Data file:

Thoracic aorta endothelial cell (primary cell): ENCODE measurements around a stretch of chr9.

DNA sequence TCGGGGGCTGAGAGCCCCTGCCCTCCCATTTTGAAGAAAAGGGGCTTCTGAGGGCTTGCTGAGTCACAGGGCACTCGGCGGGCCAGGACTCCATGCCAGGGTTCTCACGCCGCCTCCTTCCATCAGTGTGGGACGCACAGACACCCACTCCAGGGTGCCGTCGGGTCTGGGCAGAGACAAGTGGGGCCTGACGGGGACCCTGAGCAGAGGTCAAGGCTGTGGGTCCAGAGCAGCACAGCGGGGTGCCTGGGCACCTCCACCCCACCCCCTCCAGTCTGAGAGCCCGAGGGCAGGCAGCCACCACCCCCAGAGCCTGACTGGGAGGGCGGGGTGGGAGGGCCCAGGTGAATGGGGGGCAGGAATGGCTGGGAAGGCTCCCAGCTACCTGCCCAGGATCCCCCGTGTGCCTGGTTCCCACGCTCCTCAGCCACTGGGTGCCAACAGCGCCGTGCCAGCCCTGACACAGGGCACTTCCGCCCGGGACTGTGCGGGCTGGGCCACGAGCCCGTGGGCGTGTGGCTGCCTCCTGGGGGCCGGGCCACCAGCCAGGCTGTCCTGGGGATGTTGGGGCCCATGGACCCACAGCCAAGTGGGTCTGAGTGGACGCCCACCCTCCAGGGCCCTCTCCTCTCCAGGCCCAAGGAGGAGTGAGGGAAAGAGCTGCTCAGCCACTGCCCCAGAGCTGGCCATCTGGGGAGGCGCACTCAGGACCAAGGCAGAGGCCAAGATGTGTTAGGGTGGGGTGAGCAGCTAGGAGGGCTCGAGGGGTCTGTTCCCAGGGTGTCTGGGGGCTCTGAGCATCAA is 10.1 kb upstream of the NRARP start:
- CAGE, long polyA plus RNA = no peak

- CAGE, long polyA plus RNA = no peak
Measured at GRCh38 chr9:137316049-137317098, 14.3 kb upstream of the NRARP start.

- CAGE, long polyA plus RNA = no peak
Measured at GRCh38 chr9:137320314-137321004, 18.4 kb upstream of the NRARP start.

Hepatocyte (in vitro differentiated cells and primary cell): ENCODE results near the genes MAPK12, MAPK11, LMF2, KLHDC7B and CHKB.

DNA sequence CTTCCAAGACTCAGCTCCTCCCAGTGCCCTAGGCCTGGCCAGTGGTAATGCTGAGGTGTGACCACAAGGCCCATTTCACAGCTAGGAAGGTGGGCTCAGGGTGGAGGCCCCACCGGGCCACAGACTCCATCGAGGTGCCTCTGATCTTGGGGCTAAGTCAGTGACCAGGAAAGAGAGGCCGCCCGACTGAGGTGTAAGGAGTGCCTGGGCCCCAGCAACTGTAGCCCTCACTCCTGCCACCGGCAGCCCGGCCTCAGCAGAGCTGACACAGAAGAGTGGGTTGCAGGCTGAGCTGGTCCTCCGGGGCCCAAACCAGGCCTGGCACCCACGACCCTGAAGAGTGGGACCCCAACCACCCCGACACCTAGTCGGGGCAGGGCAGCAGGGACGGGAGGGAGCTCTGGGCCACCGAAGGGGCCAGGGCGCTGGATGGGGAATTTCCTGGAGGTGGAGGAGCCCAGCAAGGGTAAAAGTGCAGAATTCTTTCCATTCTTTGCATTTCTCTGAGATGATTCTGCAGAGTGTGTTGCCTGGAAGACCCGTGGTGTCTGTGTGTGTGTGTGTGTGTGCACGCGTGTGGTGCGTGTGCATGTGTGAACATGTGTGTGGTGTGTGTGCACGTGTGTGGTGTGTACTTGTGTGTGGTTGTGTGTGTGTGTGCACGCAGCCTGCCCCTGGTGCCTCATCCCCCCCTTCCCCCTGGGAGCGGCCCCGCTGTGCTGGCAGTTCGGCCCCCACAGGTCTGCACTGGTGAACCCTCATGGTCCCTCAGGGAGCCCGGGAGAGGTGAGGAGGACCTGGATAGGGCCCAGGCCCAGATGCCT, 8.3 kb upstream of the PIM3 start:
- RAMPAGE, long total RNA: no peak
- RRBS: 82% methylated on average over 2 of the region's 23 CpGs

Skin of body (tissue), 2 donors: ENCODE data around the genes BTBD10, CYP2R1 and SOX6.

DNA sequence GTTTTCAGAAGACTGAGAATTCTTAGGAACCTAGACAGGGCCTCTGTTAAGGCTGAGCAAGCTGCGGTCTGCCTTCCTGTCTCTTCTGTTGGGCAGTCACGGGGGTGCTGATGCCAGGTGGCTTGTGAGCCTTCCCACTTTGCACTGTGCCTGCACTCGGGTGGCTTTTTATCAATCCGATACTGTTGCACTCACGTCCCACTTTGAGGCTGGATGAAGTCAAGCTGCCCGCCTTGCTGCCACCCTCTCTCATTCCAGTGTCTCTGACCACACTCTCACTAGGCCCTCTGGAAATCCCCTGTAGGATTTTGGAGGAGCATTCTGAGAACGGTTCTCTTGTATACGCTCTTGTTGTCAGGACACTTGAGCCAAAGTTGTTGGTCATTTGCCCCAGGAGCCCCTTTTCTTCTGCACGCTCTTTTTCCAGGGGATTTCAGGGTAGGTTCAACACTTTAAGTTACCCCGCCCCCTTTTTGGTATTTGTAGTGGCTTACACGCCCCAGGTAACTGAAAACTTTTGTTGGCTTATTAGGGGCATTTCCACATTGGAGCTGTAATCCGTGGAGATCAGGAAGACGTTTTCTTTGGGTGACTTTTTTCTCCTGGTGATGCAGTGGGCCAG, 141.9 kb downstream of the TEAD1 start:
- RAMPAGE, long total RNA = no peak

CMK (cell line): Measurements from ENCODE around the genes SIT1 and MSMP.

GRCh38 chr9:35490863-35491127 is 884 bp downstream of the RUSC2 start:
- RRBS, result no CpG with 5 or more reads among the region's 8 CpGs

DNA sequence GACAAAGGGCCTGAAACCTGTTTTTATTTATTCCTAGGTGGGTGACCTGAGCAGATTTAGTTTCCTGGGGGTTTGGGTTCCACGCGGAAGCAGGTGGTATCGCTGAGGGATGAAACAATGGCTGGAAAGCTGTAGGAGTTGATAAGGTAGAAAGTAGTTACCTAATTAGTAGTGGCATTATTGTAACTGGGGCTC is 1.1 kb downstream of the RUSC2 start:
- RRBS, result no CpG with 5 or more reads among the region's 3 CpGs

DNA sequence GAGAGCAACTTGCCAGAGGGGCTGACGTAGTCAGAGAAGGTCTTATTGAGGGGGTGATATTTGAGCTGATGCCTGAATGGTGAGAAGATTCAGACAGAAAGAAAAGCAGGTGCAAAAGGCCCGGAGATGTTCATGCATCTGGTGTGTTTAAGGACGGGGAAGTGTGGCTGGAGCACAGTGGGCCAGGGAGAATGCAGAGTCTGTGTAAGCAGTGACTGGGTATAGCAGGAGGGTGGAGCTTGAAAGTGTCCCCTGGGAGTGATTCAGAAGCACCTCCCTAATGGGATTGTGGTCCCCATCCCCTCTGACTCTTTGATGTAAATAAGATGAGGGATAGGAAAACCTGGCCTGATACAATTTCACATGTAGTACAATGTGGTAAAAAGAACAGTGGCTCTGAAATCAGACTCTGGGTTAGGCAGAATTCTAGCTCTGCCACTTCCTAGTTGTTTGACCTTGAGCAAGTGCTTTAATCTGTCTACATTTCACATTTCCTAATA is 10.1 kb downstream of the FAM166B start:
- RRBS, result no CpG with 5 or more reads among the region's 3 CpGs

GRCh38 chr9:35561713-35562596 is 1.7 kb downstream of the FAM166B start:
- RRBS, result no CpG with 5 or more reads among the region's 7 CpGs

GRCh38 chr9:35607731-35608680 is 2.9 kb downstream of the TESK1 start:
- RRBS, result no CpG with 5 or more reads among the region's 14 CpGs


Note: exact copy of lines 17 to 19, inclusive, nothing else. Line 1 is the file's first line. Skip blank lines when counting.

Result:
- RRBS, result no CpG with 5 or more reads among the region's 8 CpGs

DNA sequence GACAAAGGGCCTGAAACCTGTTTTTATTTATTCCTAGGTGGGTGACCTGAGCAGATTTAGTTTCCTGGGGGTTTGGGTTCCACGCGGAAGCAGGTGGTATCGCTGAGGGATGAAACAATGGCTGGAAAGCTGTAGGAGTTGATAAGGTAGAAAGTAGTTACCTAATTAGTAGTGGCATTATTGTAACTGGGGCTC is 1.1 kb downstream of the RUSC2 start:
- RRBS, result no CpG with 5 or more reads among the region's 3 CpGs